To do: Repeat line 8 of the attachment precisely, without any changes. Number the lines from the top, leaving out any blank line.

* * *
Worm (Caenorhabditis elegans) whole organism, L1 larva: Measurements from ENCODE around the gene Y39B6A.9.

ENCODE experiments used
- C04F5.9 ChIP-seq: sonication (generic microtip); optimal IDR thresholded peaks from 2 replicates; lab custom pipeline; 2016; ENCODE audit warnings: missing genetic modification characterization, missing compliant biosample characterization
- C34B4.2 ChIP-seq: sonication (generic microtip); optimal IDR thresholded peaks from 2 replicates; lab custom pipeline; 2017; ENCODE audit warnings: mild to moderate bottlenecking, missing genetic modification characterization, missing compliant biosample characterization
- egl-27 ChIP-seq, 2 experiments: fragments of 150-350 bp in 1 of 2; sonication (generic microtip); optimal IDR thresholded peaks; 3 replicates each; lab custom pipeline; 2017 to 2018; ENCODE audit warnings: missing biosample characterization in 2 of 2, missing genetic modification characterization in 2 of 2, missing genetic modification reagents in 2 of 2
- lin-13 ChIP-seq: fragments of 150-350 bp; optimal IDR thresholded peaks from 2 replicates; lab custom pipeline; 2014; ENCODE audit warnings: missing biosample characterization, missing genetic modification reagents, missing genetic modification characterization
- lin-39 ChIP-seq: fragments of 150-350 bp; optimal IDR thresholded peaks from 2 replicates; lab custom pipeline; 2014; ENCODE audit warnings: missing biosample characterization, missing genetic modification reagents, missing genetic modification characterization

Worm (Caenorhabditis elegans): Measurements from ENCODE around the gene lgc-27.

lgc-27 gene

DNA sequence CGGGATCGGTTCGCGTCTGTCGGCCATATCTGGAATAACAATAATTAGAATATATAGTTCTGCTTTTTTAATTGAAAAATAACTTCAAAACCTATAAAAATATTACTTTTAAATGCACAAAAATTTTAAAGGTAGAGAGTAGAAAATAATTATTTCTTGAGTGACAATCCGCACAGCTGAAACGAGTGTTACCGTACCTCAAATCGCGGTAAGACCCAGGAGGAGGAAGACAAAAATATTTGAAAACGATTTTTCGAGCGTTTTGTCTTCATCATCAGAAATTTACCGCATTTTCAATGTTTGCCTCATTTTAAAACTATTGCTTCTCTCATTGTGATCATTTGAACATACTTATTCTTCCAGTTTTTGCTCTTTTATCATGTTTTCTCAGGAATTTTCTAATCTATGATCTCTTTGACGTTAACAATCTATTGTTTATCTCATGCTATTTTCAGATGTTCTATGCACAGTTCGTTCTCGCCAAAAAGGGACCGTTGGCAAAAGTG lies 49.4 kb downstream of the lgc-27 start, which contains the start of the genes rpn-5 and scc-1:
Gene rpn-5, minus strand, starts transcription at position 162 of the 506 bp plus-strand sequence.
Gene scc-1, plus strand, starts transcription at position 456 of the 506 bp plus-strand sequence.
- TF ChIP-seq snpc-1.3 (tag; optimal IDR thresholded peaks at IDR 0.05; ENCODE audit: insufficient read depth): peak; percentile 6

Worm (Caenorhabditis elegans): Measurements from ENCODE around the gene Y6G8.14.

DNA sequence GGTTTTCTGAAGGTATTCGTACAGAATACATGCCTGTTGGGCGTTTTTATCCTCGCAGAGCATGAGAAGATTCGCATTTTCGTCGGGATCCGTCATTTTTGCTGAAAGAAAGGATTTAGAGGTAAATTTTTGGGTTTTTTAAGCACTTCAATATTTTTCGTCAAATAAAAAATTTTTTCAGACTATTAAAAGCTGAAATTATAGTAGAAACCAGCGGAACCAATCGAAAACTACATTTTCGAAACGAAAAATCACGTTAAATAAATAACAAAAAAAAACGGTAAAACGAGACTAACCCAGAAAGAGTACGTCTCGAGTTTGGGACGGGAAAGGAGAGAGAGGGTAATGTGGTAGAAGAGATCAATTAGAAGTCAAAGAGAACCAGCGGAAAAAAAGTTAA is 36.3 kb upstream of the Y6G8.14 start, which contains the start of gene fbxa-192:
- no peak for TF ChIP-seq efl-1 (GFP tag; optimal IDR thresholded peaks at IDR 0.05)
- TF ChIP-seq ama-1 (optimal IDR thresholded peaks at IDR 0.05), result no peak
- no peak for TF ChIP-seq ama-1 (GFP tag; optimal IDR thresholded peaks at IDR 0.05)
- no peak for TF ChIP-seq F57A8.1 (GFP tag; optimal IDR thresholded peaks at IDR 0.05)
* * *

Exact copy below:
Worm (Caenorhabditis elegans): Measurements from ENCODE around the gene lgc-27.